REAL ESTATE UPDATE / What the Maine Smoke Detector & Carbon Monoxide Law Means for You Print

In 2009, the Maine Legislature passed “An Act to Protect Maine Residents from Home Fires and Carbon Monoxide.”  Chapter 162 (LD 550).  The portions of the law mandating installation and maintenance of CO detectors are entirely new (25 M.R.S.A. § 2468) while those dealing with smoke detectors are changes to an existing statute (25 M.R.S.A. § 2464).

If you are a current or potential owner of a single-family dwelling or apartment, these laws may have a significant impact if not implemented. 

Smoke Detectors

  • Owners of single-family or multifamily units are required to have a working smoke detector (photoelectric or ionization) in each area within or giving access to bedrooms.
  • After October 31, 2009 smoke detectors installed in a multifamily or newly constructed single family occupancy must be both hardwired and powered by battery.
  • Upon a tenant’s written notification of any deficiencies in smoke detectors, the landlord shall repair or replace the smoke detector.
  • Tenants shall keep the smoke detectors in working condition by keeping charged batteries in battery-operated smoke detectors, by testing the smoke detectors periodically and by refraining from disabling the smoke detectors. (This language should be included in all leases).
  • Any smoke detector located within 20 feet of a kitchen or a bathroom containing a tub or shower must be a photoelectric-type smoke detector.

Carbon Monoxide Detectors

  • Owners shall install, or cause to be installed, at least one approved carbon monoxide detector in each area within, or giving access to, bedrooms in:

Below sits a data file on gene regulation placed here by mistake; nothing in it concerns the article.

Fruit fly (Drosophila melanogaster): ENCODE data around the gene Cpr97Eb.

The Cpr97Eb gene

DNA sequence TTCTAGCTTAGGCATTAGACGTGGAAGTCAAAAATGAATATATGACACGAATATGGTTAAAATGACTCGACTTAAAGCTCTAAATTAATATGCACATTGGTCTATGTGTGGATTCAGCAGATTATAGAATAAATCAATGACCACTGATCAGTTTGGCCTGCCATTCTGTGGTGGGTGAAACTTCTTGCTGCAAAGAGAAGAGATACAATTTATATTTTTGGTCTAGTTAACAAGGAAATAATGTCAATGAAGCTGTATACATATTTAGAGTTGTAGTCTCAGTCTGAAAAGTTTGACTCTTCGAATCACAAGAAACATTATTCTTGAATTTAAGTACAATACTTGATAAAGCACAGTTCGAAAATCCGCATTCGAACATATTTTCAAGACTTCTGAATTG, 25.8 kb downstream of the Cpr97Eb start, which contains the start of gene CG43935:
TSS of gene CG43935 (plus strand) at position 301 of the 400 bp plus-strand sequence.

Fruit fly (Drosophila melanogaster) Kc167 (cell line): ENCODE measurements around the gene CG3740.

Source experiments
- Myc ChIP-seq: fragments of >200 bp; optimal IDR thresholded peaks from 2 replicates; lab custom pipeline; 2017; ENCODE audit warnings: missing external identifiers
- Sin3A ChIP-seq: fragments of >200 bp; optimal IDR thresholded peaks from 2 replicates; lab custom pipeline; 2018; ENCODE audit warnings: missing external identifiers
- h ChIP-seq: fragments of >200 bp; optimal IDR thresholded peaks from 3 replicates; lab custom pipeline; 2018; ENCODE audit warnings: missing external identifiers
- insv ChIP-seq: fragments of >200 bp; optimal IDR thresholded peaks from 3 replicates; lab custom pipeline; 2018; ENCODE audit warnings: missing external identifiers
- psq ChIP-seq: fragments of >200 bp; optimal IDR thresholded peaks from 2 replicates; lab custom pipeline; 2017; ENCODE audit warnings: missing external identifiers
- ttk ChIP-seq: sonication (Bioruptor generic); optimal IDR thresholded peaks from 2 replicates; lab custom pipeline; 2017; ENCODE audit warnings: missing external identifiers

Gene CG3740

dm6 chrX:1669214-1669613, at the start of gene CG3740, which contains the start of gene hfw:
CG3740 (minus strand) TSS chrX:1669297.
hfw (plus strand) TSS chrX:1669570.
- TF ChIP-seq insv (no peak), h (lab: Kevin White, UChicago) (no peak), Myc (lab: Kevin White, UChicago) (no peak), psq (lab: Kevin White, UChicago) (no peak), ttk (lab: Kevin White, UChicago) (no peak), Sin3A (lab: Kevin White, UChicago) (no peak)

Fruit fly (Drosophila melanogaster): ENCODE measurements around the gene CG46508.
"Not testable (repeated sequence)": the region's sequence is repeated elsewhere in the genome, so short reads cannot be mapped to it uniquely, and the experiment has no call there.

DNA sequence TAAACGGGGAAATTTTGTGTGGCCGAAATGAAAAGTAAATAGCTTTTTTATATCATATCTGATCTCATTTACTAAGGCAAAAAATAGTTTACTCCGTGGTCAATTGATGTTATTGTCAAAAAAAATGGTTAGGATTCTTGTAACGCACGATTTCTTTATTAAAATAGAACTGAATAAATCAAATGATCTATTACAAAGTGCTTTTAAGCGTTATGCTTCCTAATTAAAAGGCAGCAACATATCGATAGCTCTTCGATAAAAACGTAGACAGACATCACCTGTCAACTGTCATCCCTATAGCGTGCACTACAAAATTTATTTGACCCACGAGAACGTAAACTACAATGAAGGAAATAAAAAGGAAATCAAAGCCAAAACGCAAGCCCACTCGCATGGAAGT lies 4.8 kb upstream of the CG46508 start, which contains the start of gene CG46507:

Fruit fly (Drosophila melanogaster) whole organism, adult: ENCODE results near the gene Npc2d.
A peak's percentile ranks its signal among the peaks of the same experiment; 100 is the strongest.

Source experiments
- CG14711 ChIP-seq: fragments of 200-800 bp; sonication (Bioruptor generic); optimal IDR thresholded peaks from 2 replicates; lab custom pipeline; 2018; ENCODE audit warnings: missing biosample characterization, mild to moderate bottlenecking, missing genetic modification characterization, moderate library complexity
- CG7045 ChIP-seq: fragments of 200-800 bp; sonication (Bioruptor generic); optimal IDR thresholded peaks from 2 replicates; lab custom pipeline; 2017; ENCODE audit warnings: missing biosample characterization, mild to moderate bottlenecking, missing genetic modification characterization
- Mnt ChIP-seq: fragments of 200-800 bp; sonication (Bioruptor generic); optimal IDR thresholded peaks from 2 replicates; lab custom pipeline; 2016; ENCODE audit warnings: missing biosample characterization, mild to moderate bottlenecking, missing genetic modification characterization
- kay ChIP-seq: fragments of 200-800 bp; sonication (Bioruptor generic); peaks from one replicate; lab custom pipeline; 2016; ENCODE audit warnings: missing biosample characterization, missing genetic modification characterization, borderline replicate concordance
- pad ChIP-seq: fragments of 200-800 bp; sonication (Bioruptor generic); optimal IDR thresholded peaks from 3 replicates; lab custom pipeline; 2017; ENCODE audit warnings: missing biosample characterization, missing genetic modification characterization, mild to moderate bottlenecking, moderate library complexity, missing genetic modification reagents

• Each apartment in any building of multifamily occupancy;
    • Any addition to or restoration of an existing single-family dwelling that adds at least one bedroom to the dwelling unit; and
    • Any conversion of a building to a single-family dwelling.
  • A CO detector must be both hardwired and powered by battery.
  • Upon the request of a deaf or hard-of-hearing occupant, the owner of a dwelling unit shall provide an approved CO detector suitable to warn the occupant.  If the owner does not provide a suitable CO detector, the tenant may purchase and install a suitable CO detector and deduct the actual costs from the rent.
  • In an apartment occupied under the terms of a rental agreement or under month-to-month tenancy, CO detectors are to be in place and operational at the time of each occupancy.
  • Upon a tenant’s written notification of any deficiencies in CO detectors, the landlord shall repair or replace the CO detector.
  • Tenants shall keep the CO detectors in working condition by keeping charged batteries in battery-operated CO detectors, by testing the CO detectors periodically and by refraining from disabling the CO detectors. (This language should be included in all leases).

A person who violates either statute is guilty of a civil violation and is subject to a fine of not more than $500 for each violation.

If you have any questions, please don’t hesitate to contact any of the attorneys at TMF to discuss this or any other legal matter.

 

Normal 0 false false false false EN-US X-NONE X-NONE

If you have any questions, please don’t hesitate to contact

any of the attorneys at TMF to discuss this or any other legal matter.

 
© 2017 TMFAttorneys.com
Joomla! is Free Software released under the GNU General Public License.